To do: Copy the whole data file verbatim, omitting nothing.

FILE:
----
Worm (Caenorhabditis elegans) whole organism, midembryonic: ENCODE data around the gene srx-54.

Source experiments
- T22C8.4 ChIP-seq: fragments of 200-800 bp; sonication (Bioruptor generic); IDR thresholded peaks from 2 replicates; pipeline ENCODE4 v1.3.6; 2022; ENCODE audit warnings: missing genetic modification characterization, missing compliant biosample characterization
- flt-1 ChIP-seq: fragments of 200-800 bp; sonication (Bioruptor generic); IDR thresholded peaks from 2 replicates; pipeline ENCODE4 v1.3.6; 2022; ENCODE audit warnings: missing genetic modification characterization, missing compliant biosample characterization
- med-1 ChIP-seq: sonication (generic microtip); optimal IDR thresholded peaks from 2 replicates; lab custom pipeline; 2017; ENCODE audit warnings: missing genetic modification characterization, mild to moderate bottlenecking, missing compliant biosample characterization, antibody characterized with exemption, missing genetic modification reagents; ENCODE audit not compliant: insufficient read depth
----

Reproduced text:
Worm (Caenorhabditis elegans) whole organism, midembryonic: ENCODE data around the gene srx-54.

Source experiments
- T22C8.4 ChIP-seq: fragments of 200-800 bp; sonication (Bioruptor generic); IDR thresholded peaks from 2 replicates; pipeline ENCODE4 v1.3.6; 2022; ENCODE audit warnings: missing genetic modification characterization, missing compliant biosample characterization
- flt-1 ChIP-seq: fragments of 200-800 bp; sonication (Bioruptor generic); IDR thresholded peaks from 2 replicates; pipeline ENCODE4 v1.3.6; 2022; ENCODE audit warnings: missing genetic modification characterization, missing compliant biosample characterization
- med-1 ChIP-seq: sonication (generic microtip); optimal IDR thresholded peaks from 2 replicates; lab custom pipeline; 2017; ENCODE audit warnings: missing genetic modification characterization, mild to moderate bottlenecking, missing compliant biosample characterization, antibody characterized with exemption, missing genetic modification reagents; ENCODE audit not compliant: insufficient read depth